Nearly two years in to the COVID-19 pandemic, the circumstances surrounding this global health threat continue to evolve.
The good news is doctors, scientists and public health officials have made tremendous strides in a short amount of time in treating those who get sick and developing effective vaccines to prevent people from getting sick in the first place.
On the other hand, SARS-CoV-2 – the coronavirus that causes COVID-19 – continues to adapt and evolve. The Delta variant that is driving the current spread of the virus is particularly contagious, making the pandemic more challenging to contain and control.
The combination of a highly contagious variant and a large share of the population that is not yet vaccinated has combined to create an environment in which there is widespread community transmission. And because COVID-19 is such a serious illness, the increase in cases unfortunately means hospital intensive care units are filling up and COVID-19 deaths are again on the rise.
The Delta Variant
2021 began with a sustained peak in cases that took place over the winter months. Then, as the new vaccines were made available, cases began to drop considerably. By the late spring, it appeared that the pandemic was well on the way to being under control for good and that we could all get back to normal soon.
However, things began to change for the worse by mid-summer. The Delta variant became the dominant strain of COVID-19 in the United States, fueling a new wave of infections. The Delta variant is especially problematic because:
- Delta is more than twice as contagious as previous forms of the virus.
- Delta may cause more serious illness than previous forms of the virus, although more research is needed.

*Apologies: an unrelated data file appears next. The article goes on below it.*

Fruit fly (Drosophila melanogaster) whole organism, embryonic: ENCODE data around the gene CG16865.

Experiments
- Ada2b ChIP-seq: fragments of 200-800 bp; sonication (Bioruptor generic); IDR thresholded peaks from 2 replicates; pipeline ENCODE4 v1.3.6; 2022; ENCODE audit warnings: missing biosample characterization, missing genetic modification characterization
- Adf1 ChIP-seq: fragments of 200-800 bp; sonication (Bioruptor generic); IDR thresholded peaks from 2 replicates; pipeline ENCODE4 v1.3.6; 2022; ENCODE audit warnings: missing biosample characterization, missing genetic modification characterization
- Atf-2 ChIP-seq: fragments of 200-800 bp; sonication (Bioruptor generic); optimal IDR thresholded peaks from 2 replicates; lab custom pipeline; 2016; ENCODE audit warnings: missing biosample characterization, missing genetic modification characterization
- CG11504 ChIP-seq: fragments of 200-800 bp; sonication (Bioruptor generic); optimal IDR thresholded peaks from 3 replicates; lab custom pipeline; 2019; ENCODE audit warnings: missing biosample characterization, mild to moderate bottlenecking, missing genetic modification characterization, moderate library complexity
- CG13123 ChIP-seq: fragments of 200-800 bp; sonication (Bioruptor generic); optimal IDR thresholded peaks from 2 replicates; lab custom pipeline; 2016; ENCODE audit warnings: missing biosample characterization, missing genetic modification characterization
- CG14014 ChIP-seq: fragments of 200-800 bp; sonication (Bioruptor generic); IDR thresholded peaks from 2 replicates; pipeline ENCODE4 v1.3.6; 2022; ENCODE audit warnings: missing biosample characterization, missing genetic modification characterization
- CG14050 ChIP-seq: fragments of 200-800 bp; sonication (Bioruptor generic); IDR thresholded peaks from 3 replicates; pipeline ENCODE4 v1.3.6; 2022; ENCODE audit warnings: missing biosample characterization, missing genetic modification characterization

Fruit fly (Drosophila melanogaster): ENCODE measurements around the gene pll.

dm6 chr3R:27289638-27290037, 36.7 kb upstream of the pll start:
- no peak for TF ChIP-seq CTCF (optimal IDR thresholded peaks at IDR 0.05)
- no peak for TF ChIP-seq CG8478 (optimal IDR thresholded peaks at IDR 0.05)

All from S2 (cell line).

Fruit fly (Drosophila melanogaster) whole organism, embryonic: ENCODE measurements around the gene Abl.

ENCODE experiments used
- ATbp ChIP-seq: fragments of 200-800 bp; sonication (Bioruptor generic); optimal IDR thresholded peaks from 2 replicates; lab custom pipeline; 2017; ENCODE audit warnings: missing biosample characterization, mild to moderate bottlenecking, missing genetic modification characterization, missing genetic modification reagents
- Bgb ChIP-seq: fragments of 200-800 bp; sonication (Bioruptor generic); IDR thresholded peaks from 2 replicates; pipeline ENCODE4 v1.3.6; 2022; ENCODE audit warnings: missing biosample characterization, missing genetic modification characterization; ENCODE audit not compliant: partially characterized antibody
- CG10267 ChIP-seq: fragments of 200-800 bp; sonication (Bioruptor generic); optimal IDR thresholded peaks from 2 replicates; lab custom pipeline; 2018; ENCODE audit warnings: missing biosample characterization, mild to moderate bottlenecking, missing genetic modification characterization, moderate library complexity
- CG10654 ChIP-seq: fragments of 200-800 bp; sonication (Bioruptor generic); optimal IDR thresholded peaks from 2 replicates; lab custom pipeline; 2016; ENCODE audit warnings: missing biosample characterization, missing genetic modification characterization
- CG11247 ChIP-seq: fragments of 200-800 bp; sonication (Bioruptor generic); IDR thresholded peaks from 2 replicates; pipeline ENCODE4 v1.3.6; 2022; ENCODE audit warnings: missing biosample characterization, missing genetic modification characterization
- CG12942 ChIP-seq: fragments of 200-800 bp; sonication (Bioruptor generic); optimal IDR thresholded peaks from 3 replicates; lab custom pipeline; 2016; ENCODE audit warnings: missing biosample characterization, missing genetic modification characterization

- The Delta variant is having a greater impact on children than previous variants. It has been shown that it can spread rapidly in school environments.
The impact of the Delta variant has been significant and serious in Texas:
- In August, COVID-19 hospitalizations rose to nearly the same level as in the winter 2020-21 peak.
- Dozens of school districts have had to temporarily close due to widespread transmission in their communities.
- Deaths are at the highest level since February, with more than 4,800 Texans dying due to COVID-19 in August alone.
Vaccination: The Way to End the Pandemic
The COVID-19 vaccines have given the world the best hope for ending the COVID-19 pandemic. While much progress has been made, more work remains to be done. As of late September:
- 65% of Americans 12 and older are fully vaccinated
- 75% of Americans 12 and older have received at least one dose
- 61% of Texans 12 and older are fully vaccinated
- 71% of Texans 12 and older have received at least one dose
In all, 390 million doses of vaccine have been administered so far in the United States, as of late September. Considering that zero doses had been administered 10 months ago, this is an impressive feat! But it’s still not enough – to stop the spread of COVID-19 and reduce the number of serious illnesses and deaths, many more people must get vaccinated.
The Delta variant was able to take hold over the summer because the number of Americans getting vaccinated slowed down. An adult who is not yet fully vaccinated for COVID-19 is at much greater risk of getting COVID-19 and experiencing serious illness, hospitalization and death than someone who is fully vaccinated. In Texas, more than 90% of people currently hospitalized with COVID-19 are unvaccinated.